Of 3 trials of oxcarbazepine, 1 was rated poor quality, in part due to 41% attrition in the oxcarbazepine group compared with 24% in the placebo group and lack of clarity regarding which subjects were analyzed.94 The remaining 2 were fair-quality, 16-week, parallel group trials.89, 90 In 1 of the studies, patients experienced a larger decrease in pain as recorded on a visual analogue scale with oxcarbazepine compared to placebo (P=0.0108) with a mean of 1445 mg daily.90 In the second study, there was no difference using the visual analogue scale between oxcarbazepine at doses of 600 mg daily, 1200 mg daily, and 1800 mg daily compared with placebo, although there was a trend toward significance with the latter 2 doses (P=0.101, P=0.096, respectively).89 One noted difference between the eligibility criteria of the 2 studies was that the first study required an average pain score of 50 on the visual analogue scale over 4 of the last 7 days prior to randomization and the second study required an average visual analogue scale pain rating of 40 during the prerandomization phase. This difference of baseline pain scores may have contributed to the different findings in the 2 fair-quality trials.

The results from 2 publications representing 4 trials of topiramate were mixed.91, 92 In a 12-week trial demonstrating significant pain reduction,91 the mean baseline pain score on a 0 -100 visual analogue scale was 68.4, whereas the mean baseline pain score on the same scale was 57.9 in the 18–22 week trials demonstrating no statistically significant effect.92 Additionally, the differences in trial duration may have contributed to the mixed results.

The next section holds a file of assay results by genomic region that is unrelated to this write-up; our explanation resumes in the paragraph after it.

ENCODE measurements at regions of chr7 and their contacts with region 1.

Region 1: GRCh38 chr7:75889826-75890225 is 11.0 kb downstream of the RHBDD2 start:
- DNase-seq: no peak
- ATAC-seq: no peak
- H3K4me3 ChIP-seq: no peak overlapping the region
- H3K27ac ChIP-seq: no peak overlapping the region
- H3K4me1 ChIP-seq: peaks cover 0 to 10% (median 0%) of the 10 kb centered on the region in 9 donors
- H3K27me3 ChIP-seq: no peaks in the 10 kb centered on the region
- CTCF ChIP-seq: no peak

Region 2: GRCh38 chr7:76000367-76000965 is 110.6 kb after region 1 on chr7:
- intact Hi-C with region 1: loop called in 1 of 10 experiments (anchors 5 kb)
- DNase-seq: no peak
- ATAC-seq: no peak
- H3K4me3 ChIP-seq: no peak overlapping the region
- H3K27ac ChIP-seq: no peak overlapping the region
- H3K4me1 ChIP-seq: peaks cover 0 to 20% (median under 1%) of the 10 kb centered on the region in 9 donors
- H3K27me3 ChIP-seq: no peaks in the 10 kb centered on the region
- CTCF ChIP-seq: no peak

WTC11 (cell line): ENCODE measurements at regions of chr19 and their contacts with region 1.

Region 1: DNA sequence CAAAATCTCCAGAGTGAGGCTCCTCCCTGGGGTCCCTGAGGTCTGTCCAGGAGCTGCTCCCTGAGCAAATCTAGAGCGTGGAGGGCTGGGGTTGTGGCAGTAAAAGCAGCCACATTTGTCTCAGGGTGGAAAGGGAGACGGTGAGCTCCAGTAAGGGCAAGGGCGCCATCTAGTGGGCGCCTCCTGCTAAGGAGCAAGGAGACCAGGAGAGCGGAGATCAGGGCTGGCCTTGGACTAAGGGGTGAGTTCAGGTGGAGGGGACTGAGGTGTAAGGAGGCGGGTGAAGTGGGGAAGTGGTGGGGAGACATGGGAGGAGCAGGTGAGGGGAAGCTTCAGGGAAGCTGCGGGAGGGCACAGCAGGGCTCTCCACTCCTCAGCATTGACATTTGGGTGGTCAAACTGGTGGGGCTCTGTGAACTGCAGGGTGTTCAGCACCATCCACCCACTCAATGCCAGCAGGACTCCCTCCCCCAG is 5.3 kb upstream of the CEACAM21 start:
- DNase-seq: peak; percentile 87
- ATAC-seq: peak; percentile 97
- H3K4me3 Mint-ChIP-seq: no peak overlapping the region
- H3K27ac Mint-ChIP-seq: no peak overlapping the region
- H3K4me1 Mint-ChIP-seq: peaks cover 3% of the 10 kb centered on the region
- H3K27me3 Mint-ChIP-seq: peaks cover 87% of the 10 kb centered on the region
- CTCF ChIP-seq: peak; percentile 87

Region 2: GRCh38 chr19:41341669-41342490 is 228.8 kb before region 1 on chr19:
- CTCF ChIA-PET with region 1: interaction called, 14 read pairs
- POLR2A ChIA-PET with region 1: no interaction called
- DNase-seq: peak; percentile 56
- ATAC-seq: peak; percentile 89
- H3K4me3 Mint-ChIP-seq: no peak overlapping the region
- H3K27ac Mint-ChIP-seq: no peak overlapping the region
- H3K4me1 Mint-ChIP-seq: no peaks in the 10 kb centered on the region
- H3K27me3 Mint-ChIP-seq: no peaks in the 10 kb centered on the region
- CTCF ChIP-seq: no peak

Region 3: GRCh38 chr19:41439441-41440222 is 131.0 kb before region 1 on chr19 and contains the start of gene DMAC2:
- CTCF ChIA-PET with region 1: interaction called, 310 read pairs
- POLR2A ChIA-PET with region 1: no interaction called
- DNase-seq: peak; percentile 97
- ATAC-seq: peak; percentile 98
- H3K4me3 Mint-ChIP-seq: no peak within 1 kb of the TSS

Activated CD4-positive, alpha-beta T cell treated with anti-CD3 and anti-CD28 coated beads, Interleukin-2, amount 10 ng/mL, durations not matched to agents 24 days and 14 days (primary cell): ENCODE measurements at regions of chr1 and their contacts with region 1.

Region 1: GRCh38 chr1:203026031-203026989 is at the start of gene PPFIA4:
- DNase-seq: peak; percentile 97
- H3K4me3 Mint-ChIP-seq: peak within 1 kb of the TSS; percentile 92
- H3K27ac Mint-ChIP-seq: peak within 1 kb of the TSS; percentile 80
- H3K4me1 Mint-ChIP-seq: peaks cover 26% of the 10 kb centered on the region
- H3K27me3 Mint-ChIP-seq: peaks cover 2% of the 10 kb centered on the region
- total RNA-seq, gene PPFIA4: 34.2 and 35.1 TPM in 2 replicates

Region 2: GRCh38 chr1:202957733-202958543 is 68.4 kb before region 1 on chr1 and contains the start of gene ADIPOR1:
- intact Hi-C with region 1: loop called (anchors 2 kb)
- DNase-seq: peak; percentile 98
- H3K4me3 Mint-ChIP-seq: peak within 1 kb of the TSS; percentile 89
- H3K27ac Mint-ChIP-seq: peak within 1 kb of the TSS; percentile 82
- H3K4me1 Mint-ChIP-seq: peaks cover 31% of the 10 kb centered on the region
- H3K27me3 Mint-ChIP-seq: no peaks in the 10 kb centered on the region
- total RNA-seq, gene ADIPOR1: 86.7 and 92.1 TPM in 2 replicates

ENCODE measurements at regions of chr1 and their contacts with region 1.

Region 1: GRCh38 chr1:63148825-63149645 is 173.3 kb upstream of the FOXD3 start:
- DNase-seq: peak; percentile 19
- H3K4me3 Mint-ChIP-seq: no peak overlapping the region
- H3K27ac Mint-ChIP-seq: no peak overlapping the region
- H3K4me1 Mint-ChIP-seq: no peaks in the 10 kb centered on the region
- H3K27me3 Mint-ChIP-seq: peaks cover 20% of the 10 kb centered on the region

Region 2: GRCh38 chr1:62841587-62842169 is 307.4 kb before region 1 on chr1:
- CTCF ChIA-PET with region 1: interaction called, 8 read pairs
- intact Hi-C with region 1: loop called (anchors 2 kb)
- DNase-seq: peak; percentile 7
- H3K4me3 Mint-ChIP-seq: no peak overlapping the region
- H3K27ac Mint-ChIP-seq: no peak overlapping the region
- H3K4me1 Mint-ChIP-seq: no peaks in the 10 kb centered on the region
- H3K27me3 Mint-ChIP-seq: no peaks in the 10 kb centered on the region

A single, fair-quality trial of venlafaxine was a parallel study of 6 weeks duration where 150–225 mg daily of extended release venlafaxine showed benefit on a 0–100 visual analogue scale compared to placebo (P<0.001), but 75 mg daily did not.52, 84

Results of pooled analysis of placebo-controlled trials are mentioned here. Studies of tricyclic antidepressants demonstrated superiority in a pooled analysis of trials reporting ≥ 50% pain relief from baseline (relative risk, 4.85; 95% CI, 1.86 to 12.67).40, 109–113 Likewise, pooled placebo-controlled trials of pregabalin (relative risk, 1.87; 95% CI, 1.50 to 2.32), 40, 66–71, 73–80 gabapentin (relative risk, 2.19; 95% CI, 1.79 to 2.68), and duloxetine (relative risk, 1.72; 95% CI, 1.42 to 2.07)81–83 reporting ≥ 50% pain relief from baseline showed effectiveness over placebo.

The lidocaine patch also demonstrated superiority over placebo as a therapy for postherpetic neuralgia. On a 0–100 visual analogue scale, the lidocaine patch averaged a 10.2 mm reduction in pain, which was superior to both observation only (P<0.001 to 0.038, depending on time point) and the placebo patch at 2 hours (P=0.016) and 6 hours (P=0.41). The lidocaine patch was not significantly superior to the placebo patch at other time periods measured.114 Two studies with a primary outcome of “time to exit the study” found that subjects left the study sooner if they had received the placebo patch rather than the lidocaine patch—by 10.2 days in 1 study115 and by 4.5 days in the other.116

Chemotherapy-induced or cancer-related neuropathic pain

Direct evidence

We identified 1 fair-quality head-to-head trial in 52 patients with cancer-related neuropathic pain.46 Patients with pain not controlled by opioids and NSAIDs were randomized to low-dose gabapentin (400 or 800 mg), low-dose imipramine (10 mg), or a combination of the 2. All patients continued their opioids. Gabapentin-imipramine combination treatment significantly reduced total pain score, daily paroxysmal pain episodes, and opioid rescue dose. Monotherapy with low-dose gabapentin or low-dose imipramine did not control pain sufficiently.

Indirect evidence